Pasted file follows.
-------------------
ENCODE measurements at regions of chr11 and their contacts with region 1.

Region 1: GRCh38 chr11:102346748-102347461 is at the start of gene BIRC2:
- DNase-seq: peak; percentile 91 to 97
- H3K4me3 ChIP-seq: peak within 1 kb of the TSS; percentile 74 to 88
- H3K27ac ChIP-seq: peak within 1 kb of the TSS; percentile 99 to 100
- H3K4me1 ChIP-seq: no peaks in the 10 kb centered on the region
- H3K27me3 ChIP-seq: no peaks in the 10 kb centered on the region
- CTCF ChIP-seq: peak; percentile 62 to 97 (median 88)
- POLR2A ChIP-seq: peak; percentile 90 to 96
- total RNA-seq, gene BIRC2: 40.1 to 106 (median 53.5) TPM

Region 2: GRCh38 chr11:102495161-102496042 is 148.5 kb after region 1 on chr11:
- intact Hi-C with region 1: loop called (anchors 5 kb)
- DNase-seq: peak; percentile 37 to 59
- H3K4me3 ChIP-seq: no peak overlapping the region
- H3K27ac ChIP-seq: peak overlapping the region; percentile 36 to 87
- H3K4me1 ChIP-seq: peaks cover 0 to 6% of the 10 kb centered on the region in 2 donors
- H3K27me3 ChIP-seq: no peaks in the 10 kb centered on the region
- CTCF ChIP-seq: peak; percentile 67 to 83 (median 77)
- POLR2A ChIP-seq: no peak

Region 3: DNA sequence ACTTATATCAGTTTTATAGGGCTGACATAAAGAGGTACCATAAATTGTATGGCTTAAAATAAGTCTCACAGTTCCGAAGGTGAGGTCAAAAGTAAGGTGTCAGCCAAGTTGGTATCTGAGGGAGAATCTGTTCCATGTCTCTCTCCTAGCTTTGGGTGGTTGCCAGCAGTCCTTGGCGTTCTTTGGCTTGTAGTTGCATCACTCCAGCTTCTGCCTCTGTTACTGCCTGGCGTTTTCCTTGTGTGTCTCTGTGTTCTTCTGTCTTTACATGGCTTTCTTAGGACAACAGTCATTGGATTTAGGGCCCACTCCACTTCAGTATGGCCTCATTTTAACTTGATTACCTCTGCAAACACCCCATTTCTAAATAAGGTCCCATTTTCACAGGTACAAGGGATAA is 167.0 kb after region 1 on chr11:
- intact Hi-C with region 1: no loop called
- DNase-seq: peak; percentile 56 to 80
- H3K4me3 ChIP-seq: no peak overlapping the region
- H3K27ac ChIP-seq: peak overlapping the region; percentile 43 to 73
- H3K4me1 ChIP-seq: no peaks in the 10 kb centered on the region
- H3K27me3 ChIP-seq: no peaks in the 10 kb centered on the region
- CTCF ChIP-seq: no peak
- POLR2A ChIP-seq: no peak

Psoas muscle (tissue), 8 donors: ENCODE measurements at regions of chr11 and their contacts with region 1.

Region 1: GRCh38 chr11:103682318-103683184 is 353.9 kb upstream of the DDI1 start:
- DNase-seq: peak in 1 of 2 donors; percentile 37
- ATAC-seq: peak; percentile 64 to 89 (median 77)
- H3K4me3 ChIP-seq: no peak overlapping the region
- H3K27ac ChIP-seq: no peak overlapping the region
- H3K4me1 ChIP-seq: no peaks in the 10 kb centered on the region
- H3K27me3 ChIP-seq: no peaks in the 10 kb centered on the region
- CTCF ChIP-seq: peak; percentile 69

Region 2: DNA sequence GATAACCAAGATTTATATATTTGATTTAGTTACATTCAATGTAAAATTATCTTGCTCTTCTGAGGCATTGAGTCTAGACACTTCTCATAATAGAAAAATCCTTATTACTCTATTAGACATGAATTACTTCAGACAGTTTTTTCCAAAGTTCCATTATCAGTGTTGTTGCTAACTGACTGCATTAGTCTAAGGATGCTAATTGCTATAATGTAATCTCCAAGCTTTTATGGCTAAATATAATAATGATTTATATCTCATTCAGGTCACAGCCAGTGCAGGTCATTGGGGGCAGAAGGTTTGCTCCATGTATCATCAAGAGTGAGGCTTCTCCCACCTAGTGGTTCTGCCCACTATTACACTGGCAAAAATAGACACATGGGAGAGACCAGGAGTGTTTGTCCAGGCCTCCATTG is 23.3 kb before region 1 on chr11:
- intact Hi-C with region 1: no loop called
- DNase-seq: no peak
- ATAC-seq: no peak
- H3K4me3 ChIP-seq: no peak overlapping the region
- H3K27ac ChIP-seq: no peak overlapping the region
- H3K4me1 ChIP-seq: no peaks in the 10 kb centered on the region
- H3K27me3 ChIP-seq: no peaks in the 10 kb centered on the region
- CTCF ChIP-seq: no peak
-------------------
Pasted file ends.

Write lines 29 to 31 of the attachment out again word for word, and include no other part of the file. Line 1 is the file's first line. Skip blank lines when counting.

Psoas muscle (tissue), 8 donors: ENCODE measurements at regions of chr11 and their contacts with region 1.

Region 1: GRCh38 chr11:103682318-103683184 is 353.9 kb upstream of the DDI1 start:
- DNase-seq: peak in 1 of 2 donors; percentile 37